— The Iron Woman • Margaret Deland

... no clown, Devereux thought; but as fine a gentleman, to speak honestly, and as handsome, as well dressed, and as pleasant to listen to, with that sweet low voice and piquant smile, as any. Besides he could draw, and had more yards of French and English verses by rote than Aunt Becky owned of Venetian lace and satin ribbons, and was more of a scholar than he. He? He!—why—'he?' what the deuce had Devereux to do with it—was he vexed?—A fiddle-stick! He began to flag with Miss Ward, the dowager's niece, and was glad when the ...
— The House by the Church-Yard • J. Sheridan Le Fanu

... the Burgundian Court and the commercial prosperity of the Low Countries led to a continuous demand for fine books among the other productions of luxury. We learn also by the Venetian Archives that throughout the fifteenth century books were being imported into England by the galleys that brought the produce of the East to our merchants in London and Southampton. There were as yet but slight signs of literary activity; but it has been well said that 'the seed ...
— The Great Book-Collectors • Charles Isaac Elton and Mary Augusta Elton

... had it been thy lot T'have heard in time of this Venetian plot, Thou surely chosen hadst one king from thence And honoured them, as thou ...
— The Works of Aphra Behn, Vol. II • Aphra Behn

... is stated to have taken place at Lady B——'s fancy dress ball. A gentleman, wearing the gorgeous costume of a Venetian Senator of the renaissance period, somewhat awkwardly entangled his spurs in the flowing train of a beautiful debutante, dressed to represent Diana the Huntress. Some of those in the immediate vicinity of the ill-used goddess aver that she was distinctly heard to say, ...
— Punch, or the London Charivari, Volume 98, May 24, 1890 • Various

... was Show Sunday. It scarcely seems a year since last the painters received their friends, and perhaps a few of their enemies. These visits to studios are very exciting to ladies who have read about studios in novels, and believe that they will find everywhere tawny tiger-skins, Venetian girls, chrysanthemum and hawthorn patterned porcelain, suits of armour, old plate, swords, and guns, and bows, and all the other "properties" of the painter of romance. Some of these delightful things, no doubt, the visitors of yesterday saw, and ...
— Lost Leaders • Andrew Lang

... worrying nervously at his throat, passed and repassed across the long strip of looking-glass in the door of his wife's wardrobe. Then after slipping his braces off his shoulders he pulled up violently the venetian blind, and leaned his forehead against the cold window-pane—a fragile film of glass stretched between him and the enormity of cold, black, wet, muddy, inhospitable accumulation of bricks, slates, and stones, things in themselves unlovely ...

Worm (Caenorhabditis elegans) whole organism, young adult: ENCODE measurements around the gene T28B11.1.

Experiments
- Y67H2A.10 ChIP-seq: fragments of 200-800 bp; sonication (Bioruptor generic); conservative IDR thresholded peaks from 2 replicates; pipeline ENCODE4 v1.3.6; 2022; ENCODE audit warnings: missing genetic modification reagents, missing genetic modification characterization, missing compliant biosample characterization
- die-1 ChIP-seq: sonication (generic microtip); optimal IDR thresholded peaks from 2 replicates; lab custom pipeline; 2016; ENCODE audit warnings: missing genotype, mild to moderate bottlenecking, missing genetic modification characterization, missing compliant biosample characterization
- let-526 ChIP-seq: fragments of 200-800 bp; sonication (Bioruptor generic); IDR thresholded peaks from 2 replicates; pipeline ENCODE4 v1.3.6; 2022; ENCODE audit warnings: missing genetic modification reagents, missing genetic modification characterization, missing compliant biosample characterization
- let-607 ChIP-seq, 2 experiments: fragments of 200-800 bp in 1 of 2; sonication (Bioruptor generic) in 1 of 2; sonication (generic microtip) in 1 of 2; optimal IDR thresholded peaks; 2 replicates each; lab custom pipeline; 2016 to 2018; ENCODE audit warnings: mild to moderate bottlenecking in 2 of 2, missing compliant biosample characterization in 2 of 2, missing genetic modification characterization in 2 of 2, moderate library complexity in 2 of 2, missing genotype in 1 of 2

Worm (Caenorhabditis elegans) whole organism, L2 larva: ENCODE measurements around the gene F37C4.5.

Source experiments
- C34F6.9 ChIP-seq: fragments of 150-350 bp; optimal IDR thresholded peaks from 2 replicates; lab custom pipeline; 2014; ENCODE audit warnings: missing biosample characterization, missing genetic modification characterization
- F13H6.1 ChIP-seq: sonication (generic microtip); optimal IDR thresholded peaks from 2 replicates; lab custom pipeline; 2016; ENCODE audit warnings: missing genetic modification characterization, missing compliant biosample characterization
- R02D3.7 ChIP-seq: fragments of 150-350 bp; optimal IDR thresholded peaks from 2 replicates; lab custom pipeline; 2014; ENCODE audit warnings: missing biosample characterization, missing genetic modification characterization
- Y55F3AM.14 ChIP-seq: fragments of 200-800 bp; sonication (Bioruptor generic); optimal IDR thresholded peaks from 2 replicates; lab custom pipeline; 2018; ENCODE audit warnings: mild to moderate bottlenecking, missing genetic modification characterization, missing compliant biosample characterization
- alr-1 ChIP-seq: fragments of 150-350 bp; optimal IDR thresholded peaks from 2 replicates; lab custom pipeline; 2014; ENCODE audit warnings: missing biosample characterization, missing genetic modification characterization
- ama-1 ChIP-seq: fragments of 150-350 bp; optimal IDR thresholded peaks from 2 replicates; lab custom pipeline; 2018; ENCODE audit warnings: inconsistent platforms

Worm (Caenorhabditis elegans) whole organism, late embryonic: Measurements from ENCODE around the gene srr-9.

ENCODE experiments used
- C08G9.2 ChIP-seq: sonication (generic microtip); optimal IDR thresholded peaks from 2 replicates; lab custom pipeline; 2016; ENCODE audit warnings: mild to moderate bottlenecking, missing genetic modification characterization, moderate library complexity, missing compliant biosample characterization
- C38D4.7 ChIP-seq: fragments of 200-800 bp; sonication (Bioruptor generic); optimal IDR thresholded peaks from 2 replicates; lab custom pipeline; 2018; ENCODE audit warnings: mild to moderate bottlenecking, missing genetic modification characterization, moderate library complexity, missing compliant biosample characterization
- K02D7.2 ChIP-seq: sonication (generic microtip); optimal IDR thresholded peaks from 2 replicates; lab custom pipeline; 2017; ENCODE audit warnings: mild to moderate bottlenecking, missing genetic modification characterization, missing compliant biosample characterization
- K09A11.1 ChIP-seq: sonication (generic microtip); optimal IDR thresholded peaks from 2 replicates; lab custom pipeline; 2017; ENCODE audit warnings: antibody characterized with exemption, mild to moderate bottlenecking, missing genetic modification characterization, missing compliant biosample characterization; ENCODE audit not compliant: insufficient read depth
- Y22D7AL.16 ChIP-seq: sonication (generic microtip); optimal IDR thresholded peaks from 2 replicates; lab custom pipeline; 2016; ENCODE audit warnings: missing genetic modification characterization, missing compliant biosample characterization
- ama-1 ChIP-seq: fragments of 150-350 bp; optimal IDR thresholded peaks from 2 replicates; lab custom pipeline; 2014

— The Secret Agent - A Simple Tale • Joseph Conrad

... has passed away. The Venetian and the Florentine States have passed. All the supreme States have vanished and they begun to fade just as soon as the Machiavellian idea began to prevail. The State is not the end of the existence of people. The State must grow broader and broader until, let us hope, we shall see "the parliament ...
— Volume 10 of Brann The Iconoclast • William Cowper Brann

... philosophy? When we cannot get what we wish, let us take what we may. Let the "Merlin" sail! I will visit, instead of those Islas Encantadas, "The Acadian land on the shore of the Basin of Minas." Let the "Merlin" sail! I will see the ruined walls of Louisburgh, and the harbors that once sheltered the Venetian sailor, Cabot. "Let her sail!" said I, and when the morn passed I saw her slender thread of smoke far off on the glassy ocean, without a sigh of regret, and resolutely turned my face from the promised palms to welcome the sturdy ...
— Acadia - or, A Month with the Blue Noses • Frederic S. Cozzens

... Cloth, Homespun, Hop Sacking, Jeans, Kersey, Kerseymere, Linsey Woolsey, Melrose, Melton, Meltonette, Merino, Mohair Brilliantine, Montagnac, Orleans, Panama Cloth, Prunella, Sacking, Sanglier, Sebastopol, Serge, Shoddy, Sicilian, Sultane, Tamise, Tartans, Thibet, Tricot, Tweed, Veiling, Venetian, Vigogne (Vicuna), Vigoureux, Voiles, Whipcord, Worsted Diagonals, Zephyr, ...
— Textiles • William H. Dooley

... upon the finger-board of a violin, and armed with claws like those on the terminations of bats' wings—shook with senile trembling; but those convulsively agitated hands became firmer than steel pincers or lobsters' claws when they lifted any precious article—an onyx cup, a Venetian glass, or a dish of Bohemian crystal. This strange old man had an aspect so thoroughly rabbinical and cabalistic that he would have been burnt on the mere testimony of his face ...